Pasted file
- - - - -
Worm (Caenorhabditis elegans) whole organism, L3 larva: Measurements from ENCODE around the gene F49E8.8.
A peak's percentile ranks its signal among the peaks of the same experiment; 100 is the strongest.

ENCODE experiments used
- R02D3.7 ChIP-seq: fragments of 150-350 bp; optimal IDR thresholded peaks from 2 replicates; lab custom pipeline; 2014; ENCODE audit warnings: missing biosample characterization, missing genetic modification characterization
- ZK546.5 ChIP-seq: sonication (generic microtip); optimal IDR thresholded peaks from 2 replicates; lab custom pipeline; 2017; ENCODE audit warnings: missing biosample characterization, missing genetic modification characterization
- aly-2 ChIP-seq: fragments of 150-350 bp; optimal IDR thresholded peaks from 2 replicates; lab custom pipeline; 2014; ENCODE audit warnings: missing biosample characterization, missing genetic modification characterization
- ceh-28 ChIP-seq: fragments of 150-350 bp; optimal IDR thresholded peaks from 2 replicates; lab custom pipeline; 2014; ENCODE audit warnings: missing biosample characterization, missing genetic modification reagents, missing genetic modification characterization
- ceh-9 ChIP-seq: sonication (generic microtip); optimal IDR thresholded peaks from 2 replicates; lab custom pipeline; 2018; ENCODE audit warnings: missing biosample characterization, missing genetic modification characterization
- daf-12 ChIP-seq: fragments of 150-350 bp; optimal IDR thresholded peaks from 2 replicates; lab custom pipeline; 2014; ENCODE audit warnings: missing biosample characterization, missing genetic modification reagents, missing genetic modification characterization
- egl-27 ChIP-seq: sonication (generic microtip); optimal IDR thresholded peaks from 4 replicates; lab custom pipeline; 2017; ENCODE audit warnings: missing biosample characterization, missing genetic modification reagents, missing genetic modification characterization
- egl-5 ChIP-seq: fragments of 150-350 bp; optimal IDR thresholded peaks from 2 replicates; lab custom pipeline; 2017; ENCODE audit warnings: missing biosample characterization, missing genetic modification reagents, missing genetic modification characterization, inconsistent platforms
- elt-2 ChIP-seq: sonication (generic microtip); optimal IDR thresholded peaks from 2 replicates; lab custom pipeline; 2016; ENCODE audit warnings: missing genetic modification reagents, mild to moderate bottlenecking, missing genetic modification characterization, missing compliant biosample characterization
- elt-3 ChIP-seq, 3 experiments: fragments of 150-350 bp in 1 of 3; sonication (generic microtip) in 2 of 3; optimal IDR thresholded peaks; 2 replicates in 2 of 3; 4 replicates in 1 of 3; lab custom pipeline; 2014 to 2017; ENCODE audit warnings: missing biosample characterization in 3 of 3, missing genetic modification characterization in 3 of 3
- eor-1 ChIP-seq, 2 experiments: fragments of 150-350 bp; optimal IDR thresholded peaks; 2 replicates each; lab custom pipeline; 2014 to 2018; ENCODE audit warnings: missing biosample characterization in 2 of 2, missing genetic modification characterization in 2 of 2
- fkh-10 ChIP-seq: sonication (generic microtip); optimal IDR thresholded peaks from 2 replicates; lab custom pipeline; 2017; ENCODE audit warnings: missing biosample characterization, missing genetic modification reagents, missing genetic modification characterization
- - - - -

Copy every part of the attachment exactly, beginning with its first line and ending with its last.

Worm (Caenorhabditis elegans) whole organism, L3 larva: Measurements from ENCODE around the gene F49E8.8.
A peak's percentile ranks its signal among the peaks of the same experiment; 100 is the strongest.

ENCODE experiments used
- R02D3.7 ChIP-seq: fragments of 150-350 bp; optimal IDR thresholded peaks from 2 replicates; lab custom pipeline; 2014; ENCODE audit warnings: missing biosample characterization, missing genetic modification characterization
- ZK546.5 ChIP-seq: sonication (generic microtip); optimal IDR thresholded peaks from 2 replicates; lab custom pipeline; 2017; ENCODE audit warnings: missing biosample characterization, missing genetic modification characterization
- aly-2 ChIP-seq: fragments of 150-350 bp; optimal IDR thresholded peaks from 2 replicates; lab custom pipeline; 2014; ENCODE audit warnings: missing biosample characterization, missing genetic modification characterization
- ceh-28 ChIP-seq: fragments of 150-350 bp; optimal IDR thresholded peaks from 2 replicates; lab custom pipeline; 2014; ENCODE audit warnings: missing biosample characterization, missing genetic modification reagents, missing genetic modification characterization
- ceh-9 ChIP-seq: sonication (generic microtip); optimal IDR thresholded peaks from 2 replicates; lab custom pipeline; 2018; ENCODE audit warnings: missing biosample characterization, missing genetic modification characterization
- daf-12 ChIP-seq: fragments of 150-350 bp; optimal IDR thresholded peaks from 2 replicates; lab custom pipeline; 2014; ENCODE audit warnings: missing biosample characterization, missing genetic modification reagents, missing genetic modification characterization
- egl-27 ChIP-seq: sonication (generic microtip); optimal IDR thresholded peaks from 4 replicates; lab custom pipeline; 2017; ENCODE audit warnings: missing biosample characterization, missing genetic modification reagents, missing genetic modification characterization
- egl-5 ChIP-seq: fragments of 150-350 bp; optimal IDR thresholded peaks from 2 replicates; lab custom pipeline; 2017; ENCODE audit warnings: missing biosample characterization, missing genetic modification reagents, missing genetic modification characterization, inconsistent platforms
- elt-2 ChIP-seq: sonication (generic microtip); optimal IDR thresholded peaks from 2 replicates; lab custom pipeline; 2016; ENCODE audit warnings: missing genetic modification reagents, mild to moderate bottlenecking, missing genetic modification characterization, missing compliant biosample characterization
- elt-3 ChIP-seq, 3 experiments: fragments of 150-350 bp in 1 of 3; sonication (generic microtip) in 2 of 3; optimal IDR thresholded peaks; 2 replicates in 2 of 3; 4 replicates in 1 of 3; lab custom pipeline; 2014 to 2017; ENCODE audit warnings: missing biosample characterization in 3 of 3, missing genetic modification characterization in 3 of 3
- eor-1 ChIP-seq, 2 experiments: fragments of 150-350 bp; optimal IDR thresholded peaks; 2 replicates each; lab custom pipeline; 2014 to 2018; ENCODE audit warnings: missing biosample characterization in 2 of 2, missing genetic modification characterization in 2 of 2
- fkh-10 ChIP-seq: sonication (generic microtip); optimal IDR thresholded peaks from 2 replicates; lab custom pipeline; 2017; ENCODE audit warnings: missing biosample characterization, missing genetic modification reagents, missing genetic modification characterization